3 min  Family Life


Barb Howard

My dad comes into our house all happy. That means he’s had a great workout at the gym. He’s training for a triathlon. He’s always training for something. His hair is slicked back and he’s wearing jeans and one of his white t-shirts. He washes his t-shirts himself so they stay super white. When they come out of the wash they look small enough to fit me. But then they stretch to fit to him.

My dad tosses his gym bag on the kitchen table and says, “Hey gang, let’s go out for fast food.” He must have had a really good workout. We never go for fast food as a family. My dad eats special foods and makes special drinks to help him win races.

“I already have dinner in the oven,” my mom says.

It’s a chicken done the way my dad always wants, with the herbs and lemon slices on top. And there’s a huge salad ready in the fridge. I saw my mom making it. I helped her chop the red peppers.

“Can’t you be spontaneous for once?” my dad says to my mom. Then he looks at me, says, “Your mom is 40 going on 80.”

My mom flicks the oven off. Doesn’t take the chicken out or anything. She pulls her lipstick tube out of the front pocket of her jeans and rolls some pink on her lips. She smacks her lips, like she always does after lipstick, and says, “Let’s go.”

We didn’t have lemons this afternoon and my mom and me rushed out to the grocery store to get them so the chicken would have lemon slices on top. And we got everything ready right on time because my dad likes to eat as soon as he gets home. He gets real hungry from all that training.

My dad drives us to a burger place. When my mom and I go out for food we like noodles. At the burger place there’s a lineup of cars at the drive-thru. My dad pulls into the line, then, after a few seconds, gets all antsy and pulls out of it. He’s hungry and he hates lineups. We drive around the block once. Then he turns into the same burger place and into a parking spot.

“Just go in and get us some burgers and drinks. No fries,” he says. He jabs his thumb towards the back seat where I am, says, “Get her a small drink. Kids shouldn’t have those big drinks.”

There is a lineup to order inside too. My mom gets out of the car and walks into the hamburger place. I can see her through the glass doors. She talks with a grandma and a grandpa in front of her in the line. She laughs. She always laughs with people in lines, even if she is a little sad.

My dad is on his phone. He has his window down and one elbow pointing outside. He calls his gym friends. He is planning a big run tomorrow since it is Saturday. That means I get to hang out with my mom. When I wake up and walk into the kitchen she’ll give me a mug of warm milky tea and ask, “What should we do today?” And maybe we’ll go to the pet store and look at the fish in the tanks. I like the ones that look like tiny rainbows.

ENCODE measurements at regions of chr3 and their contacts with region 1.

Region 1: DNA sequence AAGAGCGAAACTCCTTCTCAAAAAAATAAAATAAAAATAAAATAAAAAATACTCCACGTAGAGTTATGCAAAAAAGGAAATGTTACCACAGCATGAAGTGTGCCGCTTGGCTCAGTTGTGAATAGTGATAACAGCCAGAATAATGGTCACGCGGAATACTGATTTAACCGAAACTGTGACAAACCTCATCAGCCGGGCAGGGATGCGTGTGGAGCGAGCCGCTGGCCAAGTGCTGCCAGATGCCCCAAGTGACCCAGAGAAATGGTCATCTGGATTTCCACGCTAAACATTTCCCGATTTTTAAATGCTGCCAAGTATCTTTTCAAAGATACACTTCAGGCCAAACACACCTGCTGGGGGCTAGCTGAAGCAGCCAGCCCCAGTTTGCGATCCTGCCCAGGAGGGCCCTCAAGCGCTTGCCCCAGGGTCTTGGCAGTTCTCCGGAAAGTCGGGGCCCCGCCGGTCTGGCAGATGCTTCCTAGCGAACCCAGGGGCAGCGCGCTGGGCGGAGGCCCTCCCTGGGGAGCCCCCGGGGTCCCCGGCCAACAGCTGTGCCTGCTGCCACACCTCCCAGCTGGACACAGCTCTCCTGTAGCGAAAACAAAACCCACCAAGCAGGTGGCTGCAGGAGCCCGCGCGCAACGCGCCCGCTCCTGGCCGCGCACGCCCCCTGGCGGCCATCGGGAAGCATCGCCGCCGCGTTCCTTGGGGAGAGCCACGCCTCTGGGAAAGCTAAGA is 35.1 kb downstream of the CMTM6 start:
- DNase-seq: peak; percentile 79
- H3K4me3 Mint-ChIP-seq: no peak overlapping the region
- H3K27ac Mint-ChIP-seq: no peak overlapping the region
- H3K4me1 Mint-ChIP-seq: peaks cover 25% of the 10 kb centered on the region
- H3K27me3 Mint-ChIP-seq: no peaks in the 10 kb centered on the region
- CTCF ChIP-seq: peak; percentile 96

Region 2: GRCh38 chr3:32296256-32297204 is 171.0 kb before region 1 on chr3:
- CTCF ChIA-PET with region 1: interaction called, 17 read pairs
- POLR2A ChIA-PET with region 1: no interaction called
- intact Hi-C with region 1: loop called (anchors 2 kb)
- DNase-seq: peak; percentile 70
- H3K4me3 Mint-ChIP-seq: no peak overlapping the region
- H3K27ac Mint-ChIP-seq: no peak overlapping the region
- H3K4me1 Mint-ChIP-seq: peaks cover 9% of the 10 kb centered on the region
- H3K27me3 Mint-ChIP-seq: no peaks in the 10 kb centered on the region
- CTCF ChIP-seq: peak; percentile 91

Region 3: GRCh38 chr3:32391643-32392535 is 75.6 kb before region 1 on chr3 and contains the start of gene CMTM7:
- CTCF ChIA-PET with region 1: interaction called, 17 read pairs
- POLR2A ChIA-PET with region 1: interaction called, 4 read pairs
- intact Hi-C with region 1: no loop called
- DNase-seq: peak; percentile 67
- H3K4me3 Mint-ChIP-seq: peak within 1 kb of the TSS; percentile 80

“Where the heck is your mom?” my dad asks. “How hard can it be to order a hamburger?”

I don’t answer. There’s not a lot of right answers with my dad.

Finally my mom comes out of the burger place. She’s in her pretty flower shirt. And her jeans and her flip flops. Her hair is kind of messy but good and she’s carrying a tray with three drinks – two regular and one small – and in the other hand she holds a paper bag with the burgers in it.

“Well that took forever,” my dad says.

“It’s busy,” my mom says.
My mom hands out the drinks and burgers. I put my burger on my lap and set my drink on the floor between my feet. It’s cold on my ankles, above my runners, but I keep holding it steady there because I don’t want it to tip over.

My dad backs the car out and turns onto the main road. At the first red light he rips open his burger wrapping and takes a bite. I see some ketchup blobs hit the steering wheel. My dad swears. He looks down at his white t-shirt and swears again.

“Did I ask for ketchup?” he says.

“No. The burger must come with it,” my mom says.

“Hand me a napkin,” he says.

“I didn’t get any,” my mom says.

“You what?”

“I guess I forgot napkins.”

“Who forgets napkins?”

“I guess I’m stupid,” my mom says.

I used to hate it when my mom said she was stupid. But now I’m bigger and I know that she doesn’t think she is stupid. She says it so my dad will shut up.

The light turns green and my dad steps on the gas. The car jerks forwards. He is mad. But he has shut up. My mom turns her head toward the passenger-side window. I see her reflection and it’s not sad at all. She puts her hand to her mouth to cover her smile. We know who’s stupid. And we know who loaded my dad’s burger with ketchup.

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Barb Howard

Barb Howard has published a short story collection and three novels. Her work has won the Canadian Authors' Association Exporting Alberta Award, the Howard O'Hagan Award for Short Story and the Alberta Views short story contest. She is the Calgary writing mentor for The Shoe Project -- a literacy and performance workshop for immigrant women.

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